Instead, what we see in the recent Jakarta election is a culmination of various genuine socio-cultural and economic dissatisfaction – which over time has been framed as a socio-religio issue by religious and seculars politicians alike.
To begin with, Ahok’s approach and ethics towards the Governorship post sets him apart. As someone who is willing to get down to the streets and listen to people’s grouses, Ahok approach is relatively personal and non-elitist.
In a book titled ‘A Man Called #Ahok Sepenggal Kisah Perjuangan & Ketulusan‘ by Kurawa, the Jakarta Governor is even described by members of his own constituents (Belitung Island) as a charitable personality who would donate money for building Mosques.
Though, in retrospect to the high-spirited and visionary work ethics, he has a distinct form of leadership. Temperamental, brash, outspoken and decisive – these traits characterises Ahok’s approach towards managing people and Jakarta public projects. For the polite and shy society of Javanese and Betawi, his logic of communication, however, may not be in-line with the generally accepted socio-cultural norms. Some have even suggested that his tough talk and Sumatran style has either captivated or appalled people in equal measure.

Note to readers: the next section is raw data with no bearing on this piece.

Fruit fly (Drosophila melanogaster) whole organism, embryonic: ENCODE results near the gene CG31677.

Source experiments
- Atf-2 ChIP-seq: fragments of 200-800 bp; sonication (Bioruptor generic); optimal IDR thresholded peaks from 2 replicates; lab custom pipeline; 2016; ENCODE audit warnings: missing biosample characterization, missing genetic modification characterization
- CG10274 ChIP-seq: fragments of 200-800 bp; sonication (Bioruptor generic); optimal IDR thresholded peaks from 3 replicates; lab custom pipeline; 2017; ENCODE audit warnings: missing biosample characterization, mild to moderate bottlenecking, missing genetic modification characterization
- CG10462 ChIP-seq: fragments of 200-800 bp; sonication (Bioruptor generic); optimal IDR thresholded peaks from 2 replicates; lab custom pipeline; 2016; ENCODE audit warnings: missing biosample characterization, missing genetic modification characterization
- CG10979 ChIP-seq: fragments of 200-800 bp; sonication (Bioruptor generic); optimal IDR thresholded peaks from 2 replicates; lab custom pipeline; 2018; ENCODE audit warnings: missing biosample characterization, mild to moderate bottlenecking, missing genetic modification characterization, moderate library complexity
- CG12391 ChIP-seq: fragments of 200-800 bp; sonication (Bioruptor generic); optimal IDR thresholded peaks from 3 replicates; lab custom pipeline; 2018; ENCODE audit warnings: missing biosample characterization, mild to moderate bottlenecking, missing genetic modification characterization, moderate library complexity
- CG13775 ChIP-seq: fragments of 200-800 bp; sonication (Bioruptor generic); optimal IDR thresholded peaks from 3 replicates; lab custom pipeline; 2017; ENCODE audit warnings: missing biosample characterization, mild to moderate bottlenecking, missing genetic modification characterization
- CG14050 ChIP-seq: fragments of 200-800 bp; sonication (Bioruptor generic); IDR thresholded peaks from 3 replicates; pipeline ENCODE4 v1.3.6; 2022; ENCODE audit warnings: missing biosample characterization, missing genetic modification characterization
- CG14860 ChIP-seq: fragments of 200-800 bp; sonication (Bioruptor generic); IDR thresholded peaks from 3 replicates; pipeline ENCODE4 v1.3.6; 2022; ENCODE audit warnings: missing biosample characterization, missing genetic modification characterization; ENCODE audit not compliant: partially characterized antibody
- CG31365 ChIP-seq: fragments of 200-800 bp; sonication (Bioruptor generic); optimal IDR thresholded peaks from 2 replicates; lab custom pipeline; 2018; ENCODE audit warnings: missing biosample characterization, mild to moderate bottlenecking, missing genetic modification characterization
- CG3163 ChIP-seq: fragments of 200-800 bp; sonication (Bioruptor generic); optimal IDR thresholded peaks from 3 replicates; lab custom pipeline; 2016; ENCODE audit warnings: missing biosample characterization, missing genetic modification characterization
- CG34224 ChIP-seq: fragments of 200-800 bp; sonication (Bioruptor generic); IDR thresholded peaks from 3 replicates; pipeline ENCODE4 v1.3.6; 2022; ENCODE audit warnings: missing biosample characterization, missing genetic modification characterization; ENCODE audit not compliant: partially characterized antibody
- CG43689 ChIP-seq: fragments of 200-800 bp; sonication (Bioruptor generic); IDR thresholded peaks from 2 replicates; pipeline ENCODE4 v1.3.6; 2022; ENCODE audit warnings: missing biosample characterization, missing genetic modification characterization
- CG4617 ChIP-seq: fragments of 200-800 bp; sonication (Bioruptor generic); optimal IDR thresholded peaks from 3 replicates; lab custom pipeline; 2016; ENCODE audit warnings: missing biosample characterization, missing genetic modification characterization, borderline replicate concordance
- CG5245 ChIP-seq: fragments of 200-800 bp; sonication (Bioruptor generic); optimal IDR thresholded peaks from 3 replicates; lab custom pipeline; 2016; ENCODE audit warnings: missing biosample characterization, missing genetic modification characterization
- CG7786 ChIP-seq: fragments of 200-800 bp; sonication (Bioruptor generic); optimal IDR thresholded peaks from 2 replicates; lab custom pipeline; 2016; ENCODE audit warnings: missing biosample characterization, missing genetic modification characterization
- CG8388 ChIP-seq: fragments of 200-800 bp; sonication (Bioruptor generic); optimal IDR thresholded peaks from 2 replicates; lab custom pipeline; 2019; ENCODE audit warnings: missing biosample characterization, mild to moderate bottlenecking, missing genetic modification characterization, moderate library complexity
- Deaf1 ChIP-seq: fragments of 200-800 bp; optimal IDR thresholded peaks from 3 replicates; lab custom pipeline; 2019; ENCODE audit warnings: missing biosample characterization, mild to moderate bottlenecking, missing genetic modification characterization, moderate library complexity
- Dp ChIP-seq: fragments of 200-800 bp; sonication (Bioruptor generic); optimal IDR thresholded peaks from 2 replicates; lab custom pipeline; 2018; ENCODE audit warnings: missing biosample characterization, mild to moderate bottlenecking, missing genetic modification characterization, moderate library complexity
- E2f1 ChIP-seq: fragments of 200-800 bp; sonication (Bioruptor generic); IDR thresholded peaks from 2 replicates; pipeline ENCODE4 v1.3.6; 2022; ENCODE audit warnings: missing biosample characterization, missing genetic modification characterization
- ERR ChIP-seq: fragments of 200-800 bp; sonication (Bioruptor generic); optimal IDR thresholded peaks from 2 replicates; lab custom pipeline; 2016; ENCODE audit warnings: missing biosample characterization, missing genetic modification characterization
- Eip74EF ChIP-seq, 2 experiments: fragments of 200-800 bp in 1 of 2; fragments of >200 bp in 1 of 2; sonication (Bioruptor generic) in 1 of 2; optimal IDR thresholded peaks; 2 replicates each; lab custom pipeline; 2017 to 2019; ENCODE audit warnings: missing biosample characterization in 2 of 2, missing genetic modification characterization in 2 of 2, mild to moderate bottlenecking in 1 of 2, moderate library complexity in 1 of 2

Secondly, are his policies. Arguably, the slum clearances at the controversial seafront Luar Batang in 2016 – though were popular with the middle class, did not go down positively with the poorer segment of Jakarta inhabitants. The relocation of Luar Batang dwellers which majority comprises of poor fisherman to new locations far away from the seafront has affected the source of livelihood of this group.